A permanent war


Hina Pervez Butt

Now that the nation has exhausted all the humour that a so-called surgical strike could contain lets spare some time for some critical thinking. Whether the strike happened or not should not even be the question. Firstly, because all the empirical evidence suggests that it most certainly did not take place, and secondly, because Mr Modi himself, in all his saffron glory, has somehow reluctantly admitted at a public gathering that nothing fantastical happened on our side of the LoC.
The main question, however, that no one seems to be asking is whether it is really possible to stage a surgical strike against Pakistan from the eastern side of the border, and then get away with it as well.
The case on our western border is different, the war there is more complex and nothing about it is mainstream. Therefore, even when tacticians all around the world quote the infamous Osama bin Laden incident as a textbook case of surgical strike we are not disturbed. Furious, yes, we were when it happened but only for a fleeting moment. Osama was a world acclaimed bad guy and our state was fighting war against his outfit for years. Furthermore, the raid was carried out by someone we called our partner, even if it was an open lie.
And then it can be also argued that we do not have any sophisticated radar and air defence equipment installed on the western front because we never felt the need to see into our strategic depth electronically, and monitor it round the clock. So when they came to get bin Laden, we were naturally not looking and whatever happened had to happen.
The eastern side of the border is a different ball game. The integrity of that frontier is the raison d’être of our armed forces. We literally pay them at the cost of the health and education of our present as well as our future. So don’t be surprised if you see the DG ISPR doing press conferences from the LoC, and spirited rebuttals coming from every corner stating that the incident was anything but a surgical strike.
Why this obsession with a surgical strike, one may ask. Simple. The very idea of there being a chance of it happening is dangerous. It has the potential to change everything. Literally everything. Maybe that’s why the Indian DGMO came up with this in the first place: to shake up and rattle our establishment. It also created a very good sound bite. But for nuclear-armed neighbours this was a bad idea executed even more badly.
When Kargil happened, apart from proving that half-hearted and ill-planned attempts to change the status quo in Kashmir would not work, especially if all the stakeholders were not invested into the effort, it also proved that Pakistan and India could have a low scale escalation without going mad with their respective ideas of nuclear deterrence.
For both militaries, therefore, Kargil justified the constant need for money. The argument was straightforward. The militaries on both sides needed nuclear arsenal and related sophisticated technology because there was an armed race going on, but at the same time, they needed funds for acquiring conventional weapons, training the troops and all other matters of military routine because they can always be asked to exchange punches without really calling it a fight.
Fast-forward almost two decades and much has changed, but the rationale and the arguments used by both militaries remain the same.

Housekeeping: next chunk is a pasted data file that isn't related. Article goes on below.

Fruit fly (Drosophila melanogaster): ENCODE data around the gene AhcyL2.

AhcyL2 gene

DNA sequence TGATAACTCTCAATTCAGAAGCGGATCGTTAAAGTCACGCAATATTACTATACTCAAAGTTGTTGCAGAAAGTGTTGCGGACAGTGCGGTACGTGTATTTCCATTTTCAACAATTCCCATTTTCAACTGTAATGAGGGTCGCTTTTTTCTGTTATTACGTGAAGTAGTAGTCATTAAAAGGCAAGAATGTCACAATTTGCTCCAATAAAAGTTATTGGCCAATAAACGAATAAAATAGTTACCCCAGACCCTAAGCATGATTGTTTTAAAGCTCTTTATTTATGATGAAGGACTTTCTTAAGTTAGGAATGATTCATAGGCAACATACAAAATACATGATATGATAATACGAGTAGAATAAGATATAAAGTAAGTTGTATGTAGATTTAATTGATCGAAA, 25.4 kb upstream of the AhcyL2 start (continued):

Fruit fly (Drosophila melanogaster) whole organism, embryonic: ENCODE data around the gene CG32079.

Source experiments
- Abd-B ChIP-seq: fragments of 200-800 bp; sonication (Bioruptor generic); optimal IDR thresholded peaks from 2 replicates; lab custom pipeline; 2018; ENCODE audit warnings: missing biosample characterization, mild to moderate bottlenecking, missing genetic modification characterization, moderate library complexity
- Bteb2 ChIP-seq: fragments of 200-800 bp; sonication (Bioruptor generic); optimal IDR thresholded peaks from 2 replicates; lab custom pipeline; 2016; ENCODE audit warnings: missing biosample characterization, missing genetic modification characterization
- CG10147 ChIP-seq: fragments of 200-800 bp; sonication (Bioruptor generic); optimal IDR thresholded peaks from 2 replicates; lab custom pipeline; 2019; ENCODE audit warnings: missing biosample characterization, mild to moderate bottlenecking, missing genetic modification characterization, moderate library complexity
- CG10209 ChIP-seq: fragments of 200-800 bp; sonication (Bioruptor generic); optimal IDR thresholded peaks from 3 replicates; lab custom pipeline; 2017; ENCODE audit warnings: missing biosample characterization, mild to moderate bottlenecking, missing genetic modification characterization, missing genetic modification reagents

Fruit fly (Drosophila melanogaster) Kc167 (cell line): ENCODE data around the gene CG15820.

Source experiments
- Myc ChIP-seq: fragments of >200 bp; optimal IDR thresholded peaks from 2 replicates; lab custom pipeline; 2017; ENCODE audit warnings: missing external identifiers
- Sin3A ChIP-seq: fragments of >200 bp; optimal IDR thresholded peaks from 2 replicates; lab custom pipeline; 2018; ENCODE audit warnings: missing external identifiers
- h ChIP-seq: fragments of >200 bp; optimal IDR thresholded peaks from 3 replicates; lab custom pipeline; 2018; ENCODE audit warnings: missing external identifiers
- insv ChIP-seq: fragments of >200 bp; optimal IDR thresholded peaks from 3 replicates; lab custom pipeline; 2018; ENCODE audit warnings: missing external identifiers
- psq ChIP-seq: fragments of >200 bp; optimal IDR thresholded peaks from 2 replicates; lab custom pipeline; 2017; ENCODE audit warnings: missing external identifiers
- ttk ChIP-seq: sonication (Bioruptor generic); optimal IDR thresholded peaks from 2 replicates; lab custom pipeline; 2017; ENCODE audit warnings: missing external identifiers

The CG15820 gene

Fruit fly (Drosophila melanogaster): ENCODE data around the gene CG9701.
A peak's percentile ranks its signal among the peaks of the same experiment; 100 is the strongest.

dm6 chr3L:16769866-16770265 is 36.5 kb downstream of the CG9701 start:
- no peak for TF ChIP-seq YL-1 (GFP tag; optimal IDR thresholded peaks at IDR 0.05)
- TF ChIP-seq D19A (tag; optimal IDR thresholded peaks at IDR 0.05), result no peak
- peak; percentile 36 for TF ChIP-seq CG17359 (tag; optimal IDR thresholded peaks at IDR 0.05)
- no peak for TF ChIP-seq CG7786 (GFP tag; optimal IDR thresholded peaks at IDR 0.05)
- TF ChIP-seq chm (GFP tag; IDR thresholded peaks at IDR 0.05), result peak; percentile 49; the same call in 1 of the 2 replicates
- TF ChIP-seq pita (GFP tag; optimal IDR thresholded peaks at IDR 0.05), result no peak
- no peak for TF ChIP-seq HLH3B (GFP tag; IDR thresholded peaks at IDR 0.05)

Post-Kargil our army has been involved in operation after an operation against terrorists. Apart from keeping our army in good practice, it also ensured that our focus remained on conventional aspects of our armoury as well. On the other hand, the emergence of the Cold Start Doctrine forced us to publically claim that our nuclear threshold was very low, and that we would not deter from striking first with a nuclear device if we ever felt that our existence was under threat. So we increased the pace of our nuclear programme, developed tactical nuclear weapons, and many short-range missiles to walk this talk.
Add all of this up, and it means that we are spending more money than ever for our defence, primarily to neutralise the threat from our eastern neighbor.
Unfortunately, it also means that nuclear deterrence is not preventing us from doing things that we have been doing since independence. It is only increasing the size of our defence bills. At the same time, it is taking us miles away from any out-of-the-box political solutions of our problems.
When the establishment on both sides of the border is busy playing war games 24 hours a day, seven days a week and 365 days a year, it will always be ahead of the peace brigade.
I am in no way implying that armies don’t want peace between Pakistan and India. Men who are manning the borders share the same flesh and blood like the rest of us. They have families, and almost all of them see military life as one of the ways of earning livelihood to feed the needs and dreams of their wives, parents and children. An event as routine as a cross-border exchange of fire has the potential to take all of this away from the soldiers. So when you ask them directly, you don’t see them advocating jingoism. Its people like you and I, who have the luxury to argue, who are actually playing this deadly game.
We all are responsible for feeding the war machine, one way or another. If you have ever done so little as to go wildly green when Pakistan was playing India at a cricket match, and thought it made sense, you have shown potential. With the right kind of circumstance, and proper high definition propaganda you can be drafted in this war.
And boy o boy, didn’t we all find ourselves willing to be drafted rather easily last few days.